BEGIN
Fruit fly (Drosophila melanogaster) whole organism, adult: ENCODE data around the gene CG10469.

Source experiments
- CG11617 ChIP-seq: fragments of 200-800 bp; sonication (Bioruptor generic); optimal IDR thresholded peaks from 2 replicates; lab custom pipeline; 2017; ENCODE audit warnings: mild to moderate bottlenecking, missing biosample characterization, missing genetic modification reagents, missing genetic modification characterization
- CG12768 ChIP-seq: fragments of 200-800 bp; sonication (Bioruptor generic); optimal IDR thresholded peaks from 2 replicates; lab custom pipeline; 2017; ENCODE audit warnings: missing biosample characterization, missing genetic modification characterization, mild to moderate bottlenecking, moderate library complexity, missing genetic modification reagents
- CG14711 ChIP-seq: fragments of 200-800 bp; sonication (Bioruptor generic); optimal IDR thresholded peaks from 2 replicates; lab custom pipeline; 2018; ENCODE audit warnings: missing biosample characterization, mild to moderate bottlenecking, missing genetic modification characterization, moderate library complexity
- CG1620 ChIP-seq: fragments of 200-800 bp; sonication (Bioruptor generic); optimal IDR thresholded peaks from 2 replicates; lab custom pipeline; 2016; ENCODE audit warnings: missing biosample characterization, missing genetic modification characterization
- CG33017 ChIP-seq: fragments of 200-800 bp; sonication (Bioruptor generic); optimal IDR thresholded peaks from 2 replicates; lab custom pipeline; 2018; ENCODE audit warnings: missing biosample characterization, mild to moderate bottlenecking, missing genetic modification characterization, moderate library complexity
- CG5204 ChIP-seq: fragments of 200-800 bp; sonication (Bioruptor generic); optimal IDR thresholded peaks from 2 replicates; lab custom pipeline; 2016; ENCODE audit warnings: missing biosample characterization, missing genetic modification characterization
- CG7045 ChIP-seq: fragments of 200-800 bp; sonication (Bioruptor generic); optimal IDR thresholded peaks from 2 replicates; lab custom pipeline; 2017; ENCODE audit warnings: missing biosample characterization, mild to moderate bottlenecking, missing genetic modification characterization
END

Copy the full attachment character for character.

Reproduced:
Fruit fly (Drosophila melanogaster) whole organism, adult: ENCODE data around the gene CG10469.

Source experiments
- CG11617 ChIP-seq: fragments of 200-800 bp; sonication (Bioruptor generic); optimal IDR thresholded peaks from 2 replicates; lab custom pipeline; 2017; ENCODE audit warnings: mild to moderate bottlenecking, missing biosample characterization, missing genetic modification reagents, missing genetic modification characterization
- CG12768 ChIP-seq: fragments of 200-800 bp; sonication (Bioruptor generic); optimal IDR thresholded peaks from 2 replicates; lab custom pipeline; 2017; ENCODE audit warnings: missing biosample characterization, missing genetic modification characterization, mild to moderate bottlenecking, moderate library complexity, missing genetic modification reagents
- CG14711 ChIP-seq: fragments of 200-800 bp; sonication (Bioruptor generic); optimal IDR thresholded peaks from 2 replicates; lab custom pipeline; 2018; ENCODE audit warnings: missing biosample characterization, mild to moderate bottlenecking, missing genetic modification characterization, moderate library complexity
- CG1620 ChIP-seq: fragments of 200-800 bp; sonication (Bioruptor generic); optimal IDR thresholded peaks from 2 replicates; lab custom pipeline; 2016; ENCODE audit warnings: missing biosample characterization, missing genetic modification characterization
- CG33017 ChIP-seq: fragments of 200-800 bp; sonication (Bioruptor generic); optimal IDR thresholded peaks from 2 replicates; lab custom pipeline; 2018; ENCODE audit warnings: missing biosample characterization, mild to moderate bottlenecking, missing genetic modification characterization, moderate library complexity
- CG5204 ChIP-seq: fragments of 200-800 bp; sonication (Bioruptor generic); optimal IDR thresholded peaks from 2 replicates; lab custom pipeline; 2016; ENCODE audit warnings: missing biosample characterization, missing genetic modification characterization
- CG7045 ChIP-seq: fragments of 200-800 bp; sonication (Bioruptor generic); optimal IDR thresholded peaks from 2 replicates; lab custom pipeline; 2017; ENCODE audit warnings: missing biosample characterization, mild to moderate bottlenecking, missing genetic modification characterization